The episode flashes between the experiences with her four friends, the good and bad with her dad, intimate moments of friendship with Lexi and Rue and the robotic-like relationship between Cassie and Nate—she is like his doll as we flash to scenes of him physically dressing her like he owns her.

At one point, we even get a taste of how awkward the relationship with Rue and Jules is now, but nothing quite comes about with this scene.

In the next instant, Rue is laying in bed with her mother. Rue’s mother warns her that if Rue goes back to drugs, she will choose Gia over her because she isn’t willing to lose both of her daughters at once. The scene is heartbreaking for the audience just as much as for Rue.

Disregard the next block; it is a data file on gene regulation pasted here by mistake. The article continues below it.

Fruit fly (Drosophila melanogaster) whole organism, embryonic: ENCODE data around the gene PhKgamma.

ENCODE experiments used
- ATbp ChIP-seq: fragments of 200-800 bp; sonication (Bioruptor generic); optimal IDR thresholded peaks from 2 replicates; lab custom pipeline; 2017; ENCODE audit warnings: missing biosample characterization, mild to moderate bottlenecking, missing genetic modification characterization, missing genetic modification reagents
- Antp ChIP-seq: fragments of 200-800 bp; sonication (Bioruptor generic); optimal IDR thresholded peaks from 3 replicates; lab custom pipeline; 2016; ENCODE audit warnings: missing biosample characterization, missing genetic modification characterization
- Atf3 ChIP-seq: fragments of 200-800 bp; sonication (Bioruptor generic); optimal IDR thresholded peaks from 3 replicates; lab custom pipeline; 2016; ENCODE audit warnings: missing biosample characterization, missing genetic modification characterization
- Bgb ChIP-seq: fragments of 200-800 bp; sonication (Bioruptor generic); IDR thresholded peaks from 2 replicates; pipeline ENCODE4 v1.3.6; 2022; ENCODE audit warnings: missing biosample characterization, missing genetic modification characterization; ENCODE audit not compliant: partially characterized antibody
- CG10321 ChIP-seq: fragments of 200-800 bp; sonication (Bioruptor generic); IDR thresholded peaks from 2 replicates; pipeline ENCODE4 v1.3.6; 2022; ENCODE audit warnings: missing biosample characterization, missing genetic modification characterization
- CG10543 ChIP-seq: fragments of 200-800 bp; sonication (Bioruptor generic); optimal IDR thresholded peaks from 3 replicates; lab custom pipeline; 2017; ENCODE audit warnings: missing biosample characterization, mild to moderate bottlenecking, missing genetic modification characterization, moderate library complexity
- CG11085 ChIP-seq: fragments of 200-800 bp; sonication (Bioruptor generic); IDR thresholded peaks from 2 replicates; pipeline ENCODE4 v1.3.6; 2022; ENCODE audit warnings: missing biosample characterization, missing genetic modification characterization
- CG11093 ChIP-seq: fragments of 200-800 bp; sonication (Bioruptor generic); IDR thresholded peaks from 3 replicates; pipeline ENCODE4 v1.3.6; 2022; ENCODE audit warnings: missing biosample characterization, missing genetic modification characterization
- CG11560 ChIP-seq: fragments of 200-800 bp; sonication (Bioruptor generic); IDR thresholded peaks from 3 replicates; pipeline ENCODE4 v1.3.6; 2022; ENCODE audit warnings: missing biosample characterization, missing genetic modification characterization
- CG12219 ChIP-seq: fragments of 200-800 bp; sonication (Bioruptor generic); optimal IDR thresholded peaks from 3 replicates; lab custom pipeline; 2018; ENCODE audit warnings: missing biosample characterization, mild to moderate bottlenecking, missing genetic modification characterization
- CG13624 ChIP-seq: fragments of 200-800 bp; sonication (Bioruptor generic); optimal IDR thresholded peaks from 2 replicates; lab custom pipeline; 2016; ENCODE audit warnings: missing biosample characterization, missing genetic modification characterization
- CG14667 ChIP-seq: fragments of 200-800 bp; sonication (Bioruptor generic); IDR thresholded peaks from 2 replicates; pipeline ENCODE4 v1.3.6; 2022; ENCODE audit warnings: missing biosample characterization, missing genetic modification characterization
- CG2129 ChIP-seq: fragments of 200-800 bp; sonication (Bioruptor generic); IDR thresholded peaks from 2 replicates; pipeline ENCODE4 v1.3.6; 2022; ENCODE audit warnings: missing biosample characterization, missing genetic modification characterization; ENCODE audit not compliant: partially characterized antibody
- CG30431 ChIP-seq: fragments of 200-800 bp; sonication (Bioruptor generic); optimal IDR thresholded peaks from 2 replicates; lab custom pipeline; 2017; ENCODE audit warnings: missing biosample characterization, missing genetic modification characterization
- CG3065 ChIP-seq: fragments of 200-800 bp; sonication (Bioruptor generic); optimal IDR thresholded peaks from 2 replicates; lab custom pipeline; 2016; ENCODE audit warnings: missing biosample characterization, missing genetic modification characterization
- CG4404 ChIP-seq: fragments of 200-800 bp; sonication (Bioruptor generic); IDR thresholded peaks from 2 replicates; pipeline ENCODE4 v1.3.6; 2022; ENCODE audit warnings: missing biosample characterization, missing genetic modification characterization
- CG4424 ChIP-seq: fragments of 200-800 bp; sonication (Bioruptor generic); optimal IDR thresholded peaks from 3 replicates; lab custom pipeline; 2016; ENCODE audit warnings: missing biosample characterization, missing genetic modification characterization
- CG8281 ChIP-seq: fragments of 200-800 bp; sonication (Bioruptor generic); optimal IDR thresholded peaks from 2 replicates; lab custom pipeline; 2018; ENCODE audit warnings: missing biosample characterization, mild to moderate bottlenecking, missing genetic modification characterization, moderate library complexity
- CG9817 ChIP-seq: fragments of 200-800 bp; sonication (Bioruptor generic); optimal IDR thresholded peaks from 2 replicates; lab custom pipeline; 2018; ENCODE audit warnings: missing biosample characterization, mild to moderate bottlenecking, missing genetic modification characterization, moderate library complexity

Then, the friendship between Cassie and Maddy is paralleled. Their friendship before Nate was beautiful and wholesome, but everything fell apart from beneath them when Cassie slept with her ex.

In the scene after Rue exposes Cassie and she runs to the bathroom, we watch Maddy cry, banging on the bathroom door, reminiscing about her relationship with Nate and her friendship with Cassie, repeating the words: “I would have never done this to you,” in tears.

At this moment, the whole world was standing against Cassie because of the way she broke her best friend’s heart over a boy. The emotions running rampant in these scenes cause Cassie to step out of the theater and into the bathroom. There, we get a glimpse of the act she puts on to keep herself in check and the amazing skills actress Sydney Sweeney puts on in this show.